[10 extra seconds are allowed for the first player to play: a) a tee shot on a par 3 hole; b) an approach shot to the green; and c) a chip or putt. (Delete if not required for your policy.)]

    The timing will start when a player has had sufficient time to reach the ball, it is his or her turn to play and he or she is able to play without interference or distraction. Time taken to determine distance and select a club will count as time taken for the next stroke.
    On the putting green, timing will start when the player has had a reasonable amount of time to lift, clean and replace the ball, repair damage that interferes with the line of play and move loose impediments on the line of play. Time spent looking at the line of play from beyond the hole and/or behind the ball will count as part of the time taken for the next stroke.

    Timings will be taken from the moment it is decided by the referee that it is the player's turn to play and he or she is able to play without interference or distraction.

    Timing ceases when a group is back in position and players will be advised accordingly.
Penalty for Breach of Local Rule:
Penalty for first breach: Deduction of one hole from the aggregate of holes scored.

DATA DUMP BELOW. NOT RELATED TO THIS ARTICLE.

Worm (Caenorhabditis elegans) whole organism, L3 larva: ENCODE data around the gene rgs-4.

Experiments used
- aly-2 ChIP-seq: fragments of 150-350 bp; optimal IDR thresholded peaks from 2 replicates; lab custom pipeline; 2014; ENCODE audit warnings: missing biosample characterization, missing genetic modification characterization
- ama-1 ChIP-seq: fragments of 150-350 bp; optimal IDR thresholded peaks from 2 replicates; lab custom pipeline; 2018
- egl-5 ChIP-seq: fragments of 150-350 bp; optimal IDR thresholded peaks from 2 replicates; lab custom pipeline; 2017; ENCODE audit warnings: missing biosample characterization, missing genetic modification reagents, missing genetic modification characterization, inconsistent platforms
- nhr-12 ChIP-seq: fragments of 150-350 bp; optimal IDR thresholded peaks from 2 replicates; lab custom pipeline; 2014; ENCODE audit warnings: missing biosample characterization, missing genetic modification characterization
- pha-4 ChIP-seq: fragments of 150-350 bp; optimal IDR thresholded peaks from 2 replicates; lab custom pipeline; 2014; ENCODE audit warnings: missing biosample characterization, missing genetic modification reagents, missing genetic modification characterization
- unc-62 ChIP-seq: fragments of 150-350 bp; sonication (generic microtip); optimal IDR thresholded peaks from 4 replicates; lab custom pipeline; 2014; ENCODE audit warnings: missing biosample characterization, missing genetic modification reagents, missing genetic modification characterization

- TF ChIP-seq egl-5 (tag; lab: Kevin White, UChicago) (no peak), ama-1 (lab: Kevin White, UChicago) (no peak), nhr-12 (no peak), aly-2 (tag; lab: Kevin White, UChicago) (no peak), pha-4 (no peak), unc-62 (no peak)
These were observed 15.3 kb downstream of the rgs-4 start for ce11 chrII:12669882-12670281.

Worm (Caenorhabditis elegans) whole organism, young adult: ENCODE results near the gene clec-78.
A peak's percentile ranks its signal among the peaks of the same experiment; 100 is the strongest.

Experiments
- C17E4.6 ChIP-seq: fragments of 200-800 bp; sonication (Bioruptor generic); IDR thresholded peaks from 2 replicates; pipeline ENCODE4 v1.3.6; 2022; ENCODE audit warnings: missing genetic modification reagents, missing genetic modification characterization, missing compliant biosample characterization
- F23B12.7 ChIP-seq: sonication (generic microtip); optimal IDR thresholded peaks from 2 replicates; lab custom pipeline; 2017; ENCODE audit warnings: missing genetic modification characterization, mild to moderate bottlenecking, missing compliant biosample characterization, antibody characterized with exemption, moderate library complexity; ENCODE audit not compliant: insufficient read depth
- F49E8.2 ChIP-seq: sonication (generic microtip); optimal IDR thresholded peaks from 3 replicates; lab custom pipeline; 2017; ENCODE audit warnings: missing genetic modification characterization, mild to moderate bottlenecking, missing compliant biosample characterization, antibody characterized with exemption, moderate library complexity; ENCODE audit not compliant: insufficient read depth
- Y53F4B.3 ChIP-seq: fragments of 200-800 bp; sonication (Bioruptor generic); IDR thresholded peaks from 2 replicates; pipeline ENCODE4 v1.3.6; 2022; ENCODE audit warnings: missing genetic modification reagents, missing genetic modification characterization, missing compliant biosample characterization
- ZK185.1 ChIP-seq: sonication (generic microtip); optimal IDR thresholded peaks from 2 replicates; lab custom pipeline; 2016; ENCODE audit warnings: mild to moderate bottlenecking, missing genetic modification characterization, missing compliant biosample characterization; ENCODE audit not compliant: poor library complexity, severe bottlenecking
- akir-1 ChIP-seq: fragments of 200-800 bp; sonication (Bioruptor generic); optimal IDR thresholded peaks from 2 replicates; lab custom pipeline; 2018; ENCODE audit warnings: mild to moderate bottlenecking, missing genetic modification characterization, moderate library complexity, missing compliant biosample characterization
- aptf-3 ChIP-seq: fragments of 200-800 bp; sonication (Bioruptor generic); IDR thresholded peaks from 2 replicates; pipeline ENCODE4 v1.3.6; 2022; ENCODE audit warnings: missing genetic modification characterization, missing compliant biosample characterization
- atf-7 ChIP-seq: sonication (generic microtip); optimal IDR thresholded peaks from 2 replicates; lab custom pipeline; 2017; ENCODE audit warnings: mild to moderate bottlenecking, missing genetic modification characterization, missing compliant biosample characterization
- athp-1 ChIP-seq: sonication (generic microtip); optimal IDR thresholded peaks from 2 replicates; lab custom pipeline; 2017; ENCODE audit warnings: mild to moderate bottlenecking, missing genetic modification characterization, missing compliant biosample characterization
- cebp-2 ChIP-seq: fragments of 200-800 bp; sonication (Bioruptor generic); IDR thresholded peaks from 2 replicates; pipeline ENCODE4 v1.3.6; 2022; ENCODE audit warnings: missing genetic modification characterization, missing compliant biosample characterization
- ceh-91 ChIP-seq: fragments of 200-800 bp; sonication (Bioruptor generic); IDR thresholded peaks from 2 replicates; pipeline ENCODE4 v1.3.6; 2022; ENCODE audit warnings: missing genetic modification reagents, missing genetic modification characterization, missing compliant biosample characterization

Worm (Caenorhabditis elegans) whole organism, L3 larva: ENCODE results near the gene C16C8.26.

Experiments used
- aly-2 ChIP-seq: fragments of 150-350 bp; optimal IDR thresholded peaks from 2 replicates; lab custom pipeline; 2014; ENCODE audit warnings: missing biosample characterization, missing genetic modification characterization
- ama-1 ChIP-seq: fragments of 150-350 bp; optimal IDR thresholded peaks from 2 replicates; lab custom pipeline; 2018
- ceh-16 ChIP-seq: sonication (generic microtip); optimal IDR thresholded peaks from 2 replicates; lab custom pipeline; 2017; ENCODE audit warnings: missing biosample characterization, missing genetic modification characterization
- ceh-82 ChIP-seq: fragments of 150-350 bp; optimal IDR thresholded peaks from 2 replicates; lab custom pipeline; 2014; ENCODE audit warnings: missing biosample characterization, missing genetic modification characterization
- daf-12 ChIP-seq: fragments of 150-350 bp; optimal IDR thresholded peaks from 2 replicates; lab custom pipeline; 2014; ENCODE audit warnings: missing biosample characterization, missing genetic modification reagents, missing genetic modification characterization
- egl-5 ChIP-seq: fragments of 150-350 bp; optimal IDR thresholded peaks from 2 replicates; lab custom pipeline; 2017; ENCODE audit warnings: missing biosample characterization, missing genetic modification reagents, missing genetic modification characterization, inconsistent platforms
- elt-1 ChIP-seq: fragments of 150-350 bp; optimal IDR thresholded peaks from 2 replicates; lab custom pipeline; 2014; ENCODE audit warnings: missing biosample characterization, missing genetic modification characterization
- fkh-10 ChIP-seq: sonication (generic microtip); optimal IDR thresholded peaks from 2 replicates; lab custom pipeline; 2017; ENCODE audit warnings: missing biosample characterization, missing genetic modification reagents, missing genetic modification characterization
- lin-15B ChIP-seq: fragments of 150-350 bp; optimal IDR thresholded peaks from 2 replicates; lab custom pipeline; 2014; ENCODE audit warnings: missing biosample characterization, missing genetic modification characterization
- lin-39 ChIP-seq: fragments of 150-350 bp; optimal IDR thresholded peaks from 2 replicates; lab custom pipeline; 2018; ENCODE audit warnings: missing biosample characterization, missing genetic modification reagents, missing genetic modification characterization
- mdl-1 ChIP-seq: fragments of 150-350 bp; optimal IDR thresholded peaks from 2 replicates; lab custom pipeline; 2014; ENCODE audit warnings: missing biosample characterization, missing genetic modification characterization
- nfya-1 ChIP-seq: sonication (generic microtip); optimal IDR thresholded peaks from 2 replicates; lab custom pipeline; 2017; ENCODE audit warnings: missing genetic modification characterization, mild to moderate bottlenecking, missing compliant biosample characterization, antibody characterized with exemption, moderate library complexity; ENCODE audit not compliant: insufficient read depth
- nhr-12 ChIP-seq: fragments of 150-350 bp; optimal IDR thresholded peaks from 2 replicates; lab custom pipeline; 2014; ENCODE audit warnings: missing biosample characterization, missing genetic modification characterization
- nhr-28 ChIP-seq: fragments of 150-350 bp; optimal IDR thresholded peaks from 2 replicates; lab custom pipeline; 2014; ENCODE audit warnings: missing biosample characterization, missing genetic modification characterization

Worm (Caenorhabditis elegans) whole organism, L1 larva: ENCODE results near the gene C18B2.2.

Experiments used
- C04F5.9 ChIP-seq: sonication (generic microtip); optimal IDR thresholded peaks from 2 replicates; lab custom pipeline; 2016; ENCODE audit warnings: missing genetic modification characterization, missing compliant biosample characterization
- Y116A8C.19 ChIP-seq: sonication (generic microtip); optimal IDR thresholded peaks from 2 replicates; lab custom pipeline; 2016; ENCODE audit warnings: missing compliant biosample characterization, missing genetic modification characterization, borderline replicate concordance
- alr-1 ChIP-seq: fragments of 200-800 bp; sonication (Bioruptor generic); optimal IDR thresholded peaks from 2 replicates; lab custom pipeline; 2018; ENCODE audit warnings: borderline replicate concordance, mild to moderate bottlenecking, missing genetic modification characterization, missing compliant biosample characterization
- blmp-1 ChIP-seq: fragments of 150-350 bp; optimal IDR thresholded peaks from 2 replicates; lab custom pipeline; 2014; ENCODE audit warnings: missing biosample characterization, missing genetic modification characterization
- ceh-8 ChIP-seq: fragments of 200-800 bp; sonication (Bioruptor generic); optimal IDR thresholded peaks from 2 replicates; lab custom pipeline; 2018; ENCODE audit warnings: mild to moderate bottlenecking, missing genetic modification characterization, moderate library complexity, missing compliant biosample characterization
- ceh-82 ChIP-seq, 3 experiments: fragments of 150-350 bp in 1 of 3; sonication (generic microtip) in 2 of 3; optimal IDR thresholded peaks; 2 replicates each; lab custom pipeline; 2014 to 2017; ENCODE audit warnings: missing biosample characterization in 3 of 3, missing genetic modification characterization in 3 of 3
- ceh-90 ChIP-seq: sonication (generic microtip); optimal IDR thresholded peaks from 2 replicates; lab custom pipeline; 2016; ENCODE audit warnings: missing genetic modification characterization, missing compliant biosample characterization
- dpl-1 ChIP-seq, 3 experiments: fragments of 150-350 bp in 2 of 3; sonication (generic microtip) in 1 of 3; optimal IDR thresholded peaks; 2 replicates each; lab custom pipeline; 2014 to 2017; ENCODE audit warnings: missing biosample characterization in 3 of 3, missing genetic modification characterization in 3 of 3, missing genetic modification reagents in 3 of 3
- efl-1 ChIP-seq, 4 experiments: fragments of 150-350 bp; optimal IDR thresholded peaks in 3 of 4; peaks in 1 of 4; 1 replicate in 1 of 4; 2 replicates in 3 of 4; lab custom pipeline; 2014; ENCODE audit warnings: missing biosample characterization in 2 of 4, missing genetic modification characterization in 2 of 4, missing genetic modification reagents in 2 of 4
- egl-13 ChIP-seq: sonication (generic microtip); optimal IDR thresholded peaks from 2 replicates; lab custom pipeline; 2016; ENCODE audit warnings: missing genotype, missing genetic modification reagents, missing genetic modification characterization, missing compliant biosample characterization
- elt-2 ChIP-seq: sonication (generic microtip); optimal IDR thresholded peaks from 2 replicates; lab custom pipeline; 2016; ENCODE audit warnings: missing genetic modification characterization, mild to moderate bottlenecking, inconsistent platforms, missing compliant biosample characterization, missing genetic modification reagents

Penalty for second breach: Deduction of a second hole from the aggregate of holes scored.
Penalty for third breach: Disqualification.
Until a player has been advised of a bad time, he or she cannot incur a further bad time. Procedure When Again Out of Position During Same Round If a group is "out of position" more than once during a round, the above procedure will apply on each occasion. Bad times and the application of penalties in the same round will be carried forward until the round is completed. A player will not be penalized if he or she has a second bad time before being advised of the earlier bad time.
Pace of Play Policy. Rule 5.6b(3). See separate sheet for detailed Pace of Play Policy.
K-5
Maximum Allowable Time The maximum allowable time is the maximum time considered necessary by the Committee for a group to complete its round. This is expressed in a per-hole and aggregate time format and includes all time associated with playing the game, e.g., for rulings and walking times between holes. The maximum time allotted for the completion of 18 holes at [insert course name] is [insert maximum time, for example, 4 hours and 05 minutes]. The following procedure applies only if a group is "out of position." Definition of Out of Position The first group to start will be considered "out of position" if, at any time during the round, the group's cumulative time exceeds the time allowed for the number of holes played. Any following group will be considered out of position if it is [specify when a group is out of position to the group in front of them (see examples in the purpose of MLR K-2)] and has exceeded the time allowed for the number of holes played. Procedure When Group is Out of Position